heizer10_ch06_sg - 6 Managing Quality Summary Quality...

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6 Managing Quality Summary Quality contributes directly to the development and execution of strategy. Products are differentiated. Costs are lower. Response time is faster. Sales increase, and costs decline. Quality products satisfy the stated or implied needs of a client. This requires three approaches to achieve successful levels of quality. First, through excellent market research, customers provide their assessment of needs. The information translates into attributes that define the product or service. Second, manufacturing or service delivery systems organize to ensure that specifications are met or exceeded. Doing these tasks correctly, helps keep a promise to meet the expectations of the customer. The importance of quality manifests itself in many ways. Poor quality threatens company reputation, liability, and competiveness. Poor quality drives up costs of all types. An investment that will improve quality should have significant benefits that result in a high rate of return. Perhaps equally important are the ethical benefits that occur with high quality products and services. Inadequate design and production processes can lead to injuries, lawsuits, and regulation. Organizations that detect poor quality have a responsibility to conduct themselves in an ethical manner, which might include recalling or discontinuing their product. Not only have organizations banded together to promote quality via competitions, countries have promoted common standards. For example, ISO 9000 establishes procedures, documentation, work instructions and recordkeeping. Organizations agree to an on-site assessment and on-going audit to obtain and maintain certification. Later enhancements to the standard now focus additional attention on leadership by top management and the requirements of the customer. ISO 14000 is another standard whose focus is on environmental topics. Emphasis includes 1) environmental management, 2) auditing, 3) performance evaluation, 4) labeling, and 5) lifecycle assessment. Finally, ISO 24700 certifies that an organization reuses recovered components as “qualified good as new,” while also meeting all safety and environmental criteria. Total quality management (TQM) refers to a quality emphasis that encompasses the entire organization, from supplier to customer. The approach requires constant effort at improving processes and products. The need for continuous improvement has generated many management techniques. By approaching problems with a plan, testing the plan, checking results, and implementing the plan with proper documentation, solutions move toward perfection. Strategies include Six Sigma discipline and tools, employee empowerment in making decisions, benchmarking against best practices, just-in-time (JIT) production or delivery of goods as needed, and Taguchi concepts that focus attention on robustness, costs, and quality targets. Tools of TQM include check sheets, scatter diagrams, cause-and-effect diagrams, Pareto charts, flow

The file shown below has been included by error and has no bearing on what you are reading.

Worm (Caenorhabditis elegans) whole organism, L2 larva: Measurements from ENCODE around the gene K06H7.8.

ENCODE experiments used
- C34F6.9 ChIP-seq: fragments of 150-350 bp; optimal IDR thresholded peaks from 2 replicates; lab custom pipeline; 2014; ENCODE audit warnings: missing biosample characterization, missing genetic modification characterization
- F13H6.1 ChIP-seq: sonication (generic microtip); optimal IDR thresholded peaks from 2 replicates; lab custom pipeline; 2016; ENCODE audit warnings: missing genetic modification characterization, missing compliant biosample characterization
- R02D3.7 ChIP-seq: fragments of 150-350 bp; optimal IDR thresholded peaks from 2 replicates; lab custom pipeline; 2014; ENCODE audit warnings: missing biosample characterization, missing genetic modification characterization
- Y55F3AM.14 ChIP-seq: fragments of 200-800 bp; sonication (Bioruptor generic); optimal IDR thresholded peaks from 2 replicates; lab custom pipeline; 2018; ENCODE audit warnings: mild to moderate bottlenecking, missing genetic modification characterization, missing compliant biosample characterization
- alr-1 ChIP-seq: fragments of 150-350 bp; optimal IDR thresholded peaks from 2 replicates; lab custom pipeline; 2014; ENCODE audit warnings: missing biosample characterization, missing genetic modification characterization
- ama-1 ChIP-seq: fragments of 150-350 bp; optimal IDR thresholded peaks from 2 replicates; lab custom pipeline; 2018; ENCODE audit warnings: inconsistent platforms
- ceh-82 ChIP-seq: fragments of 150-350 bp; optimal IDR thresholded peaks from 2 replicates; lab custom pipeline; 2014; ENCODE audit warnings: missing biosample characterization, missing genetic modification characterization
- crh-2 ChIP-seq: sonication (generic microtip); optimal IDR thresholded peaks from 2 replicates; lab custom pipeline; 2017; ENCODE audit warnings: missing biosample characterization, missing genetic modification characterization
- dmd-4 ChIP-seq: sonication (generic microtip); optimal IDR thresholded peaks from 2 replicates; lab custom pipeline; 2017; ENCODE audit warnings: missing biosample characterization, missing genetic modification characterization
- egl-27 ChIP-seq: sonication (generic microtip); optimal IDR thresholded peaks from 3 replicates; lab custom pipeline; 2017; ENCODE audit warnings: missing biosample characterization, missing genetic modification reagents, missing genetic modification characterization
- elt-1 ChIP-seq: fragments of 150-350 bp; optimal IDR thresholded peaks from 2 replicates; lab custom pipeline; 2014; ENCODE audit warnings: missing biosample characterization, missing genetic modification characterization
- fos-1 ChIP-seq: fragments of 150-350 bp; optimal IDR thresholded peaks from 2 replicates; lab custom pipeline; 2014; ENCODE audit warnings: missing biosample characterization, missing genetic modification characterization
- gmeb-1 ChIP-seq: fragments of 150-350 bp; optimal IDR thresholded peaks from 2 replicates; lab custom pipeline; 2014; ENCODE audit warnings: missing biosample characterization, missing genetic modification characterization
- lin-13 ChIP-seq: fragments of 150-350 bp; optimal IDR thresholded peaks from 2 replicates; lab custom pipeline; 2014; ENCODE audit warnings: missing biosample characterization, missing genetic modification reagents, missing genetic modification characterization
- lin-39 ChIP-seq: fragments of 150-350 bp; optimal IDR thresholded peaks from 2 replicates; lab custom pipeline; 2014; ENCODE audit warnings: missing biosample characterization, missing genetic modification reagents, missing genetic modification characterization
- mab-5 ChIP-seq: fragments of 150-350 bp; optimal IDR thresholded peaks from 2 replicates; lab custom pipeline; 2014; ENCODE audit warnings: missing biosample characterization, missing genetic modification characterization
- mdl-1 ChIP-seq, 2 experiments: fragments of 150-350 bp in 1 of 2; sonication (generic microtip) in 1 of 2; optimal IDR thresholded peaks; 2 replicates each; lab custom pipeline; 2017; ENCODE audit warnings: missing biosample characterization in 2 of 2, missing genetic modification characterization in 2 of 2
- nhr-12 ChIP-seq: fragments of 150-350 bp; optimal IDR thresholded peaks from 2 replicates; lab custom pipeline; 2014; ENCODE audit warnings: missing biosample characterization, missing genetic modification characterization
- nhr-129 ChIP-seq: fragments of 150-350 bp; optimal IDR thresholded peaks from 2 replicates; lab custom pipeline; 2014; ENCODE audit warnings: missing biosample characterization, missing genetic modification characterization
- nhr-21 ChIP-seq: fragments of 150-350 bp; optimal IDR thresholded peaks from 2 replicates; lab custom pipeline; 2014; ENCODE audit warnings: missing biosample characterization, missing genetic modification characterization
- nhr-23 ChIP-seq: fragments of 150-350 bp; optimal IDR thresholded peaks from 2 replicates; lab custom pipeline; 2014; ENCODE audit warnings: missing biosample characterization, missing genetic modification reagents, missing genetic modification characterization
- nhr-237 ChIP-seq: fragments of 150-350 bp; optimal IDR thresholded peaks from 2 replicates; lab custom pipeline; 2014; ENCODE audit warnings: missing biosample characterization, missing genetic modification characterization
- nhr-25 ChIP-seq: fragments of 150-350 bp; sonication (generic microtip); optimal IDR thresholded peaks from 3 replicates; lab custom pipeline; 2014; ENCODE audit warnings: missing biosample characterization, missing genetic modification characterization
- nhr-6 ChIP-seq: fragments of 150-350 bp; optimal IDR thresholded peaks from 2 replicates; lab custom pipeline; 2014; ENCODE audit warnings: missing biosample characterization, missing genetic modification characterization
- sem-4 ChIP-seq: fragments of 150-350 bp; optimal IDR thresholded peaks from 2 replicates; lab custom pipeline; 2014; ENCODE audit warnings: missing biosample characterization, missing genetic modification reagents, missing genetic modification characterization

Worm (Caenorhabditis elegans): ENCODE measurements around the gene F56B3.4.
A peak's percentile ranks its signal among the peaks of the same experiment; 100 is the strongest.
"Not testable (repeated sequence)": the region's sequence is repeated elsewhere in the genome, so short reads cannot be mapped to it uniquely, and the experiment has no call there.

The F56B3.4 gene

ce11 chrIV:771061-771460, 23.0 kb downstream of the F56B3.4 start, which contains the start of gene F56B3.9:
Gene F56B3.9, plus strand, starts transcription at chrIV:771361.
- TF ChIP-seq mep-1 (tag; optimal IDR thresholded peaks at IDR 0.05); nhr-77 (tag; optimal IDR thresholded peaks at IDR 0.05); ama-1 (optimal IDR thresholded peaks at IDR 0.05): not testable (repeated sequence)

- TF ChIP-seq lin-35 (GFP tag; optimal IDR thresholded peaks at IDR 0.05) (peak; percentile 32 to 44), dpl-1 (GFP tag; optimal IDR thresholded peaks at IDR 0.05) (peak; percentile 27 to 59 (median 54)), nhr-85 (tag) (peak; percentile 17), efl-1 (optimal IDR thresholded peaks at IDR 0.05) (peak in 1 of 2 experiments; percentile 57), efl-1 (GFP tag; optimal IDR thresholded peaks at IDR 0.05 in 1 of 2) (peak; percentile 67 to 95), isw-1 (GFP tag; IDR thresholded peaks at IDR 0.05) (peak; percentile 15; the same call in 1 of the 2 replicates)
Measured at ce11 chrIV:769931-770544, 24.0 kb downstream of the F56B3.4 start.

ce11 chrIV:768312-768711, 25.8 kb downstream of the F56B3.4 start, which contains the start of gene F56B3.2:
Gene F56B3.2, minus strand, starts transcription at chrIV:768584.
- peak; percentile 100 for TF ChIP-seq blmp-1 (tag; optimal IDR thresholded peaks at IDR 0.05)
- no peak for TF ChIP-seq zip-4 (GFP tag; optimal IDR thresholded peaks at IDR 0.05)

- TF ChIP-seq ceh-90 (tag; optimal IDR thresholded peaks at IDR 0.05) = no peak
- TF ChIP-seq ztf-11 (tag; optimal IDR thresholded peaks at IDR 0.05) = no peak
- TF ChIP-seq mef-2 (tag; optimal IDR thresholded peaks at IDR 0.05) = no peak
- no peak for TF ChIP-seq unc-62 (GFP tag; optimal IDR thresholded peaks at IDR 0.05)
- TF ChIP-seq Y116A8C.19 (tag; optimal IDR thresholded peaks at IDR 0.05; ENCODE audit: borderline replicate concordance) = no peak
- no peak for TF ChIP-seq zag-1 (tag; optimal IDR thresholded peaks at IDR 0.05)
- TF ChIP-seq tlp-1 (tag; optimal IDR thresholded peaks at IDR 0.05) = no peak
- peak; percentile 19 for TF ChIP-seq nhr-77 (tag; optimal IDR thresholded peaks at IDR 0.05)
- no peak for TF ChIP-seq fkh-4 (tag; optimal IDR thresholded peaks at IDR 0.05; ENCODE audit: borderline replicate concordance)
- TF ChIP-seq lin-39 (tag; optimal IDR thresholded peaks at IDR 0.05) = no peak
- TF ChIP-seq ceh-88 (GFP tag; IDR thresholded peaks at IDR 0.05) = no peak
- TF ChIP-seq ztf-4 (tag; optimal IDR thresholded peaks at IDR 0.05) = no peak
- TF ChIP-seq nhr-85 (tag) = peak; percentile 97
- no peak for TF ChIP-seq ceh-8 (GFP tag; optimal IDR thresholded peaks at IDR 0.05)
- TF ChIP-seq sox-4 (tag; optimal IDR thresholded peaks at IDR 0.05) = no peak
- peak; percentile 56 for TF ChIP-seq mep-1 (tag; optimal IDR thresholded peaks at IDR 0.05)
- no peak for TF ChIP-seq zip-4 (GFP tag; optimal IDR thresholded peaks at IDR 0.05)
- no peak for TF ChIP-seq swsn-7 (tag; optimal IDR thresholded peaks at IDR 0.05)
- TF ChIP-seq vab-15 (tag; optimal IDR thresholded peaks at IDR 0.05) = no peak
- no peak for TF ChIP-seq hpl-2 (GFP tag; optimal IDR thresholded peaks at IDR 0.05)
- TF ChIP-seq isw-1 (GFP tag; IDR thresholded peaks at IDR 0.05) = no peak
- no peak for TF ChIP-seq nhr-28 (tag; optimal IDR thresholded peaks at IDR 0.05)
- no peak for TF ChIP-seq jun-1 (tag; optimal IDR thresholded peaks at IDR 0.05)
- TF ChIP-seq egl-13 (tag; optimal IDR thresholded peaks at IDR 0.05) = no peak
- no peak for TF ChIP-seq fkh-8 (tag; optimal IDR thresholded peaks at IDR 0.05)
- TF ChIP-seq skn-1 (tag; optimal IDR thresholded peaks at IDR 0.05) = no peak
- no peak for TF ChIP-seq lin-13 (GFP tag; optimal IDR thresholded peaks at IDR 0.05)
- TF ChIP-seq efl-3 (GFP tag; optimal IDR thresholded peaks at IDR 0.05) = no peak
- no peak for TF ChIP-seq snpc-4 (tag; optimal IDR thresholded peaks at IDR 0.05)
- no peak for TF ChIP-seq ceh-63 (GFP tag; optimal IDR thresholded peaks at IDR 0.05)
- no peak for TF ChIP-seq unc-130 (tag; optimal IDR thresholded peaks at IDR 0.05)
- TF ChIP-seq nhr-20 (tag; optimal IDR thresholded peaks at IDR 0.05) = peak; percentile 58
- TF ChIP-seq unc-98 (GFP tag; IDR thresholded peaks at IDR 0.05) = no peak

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This note was uploaded on 11/24/2010 for the course DSIC 3152 taught by Professor B during the Fall '10 term at Fairleigh Dickinson.

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heizer10_ch06_sg - 6 Managing Quality Summary Quality...

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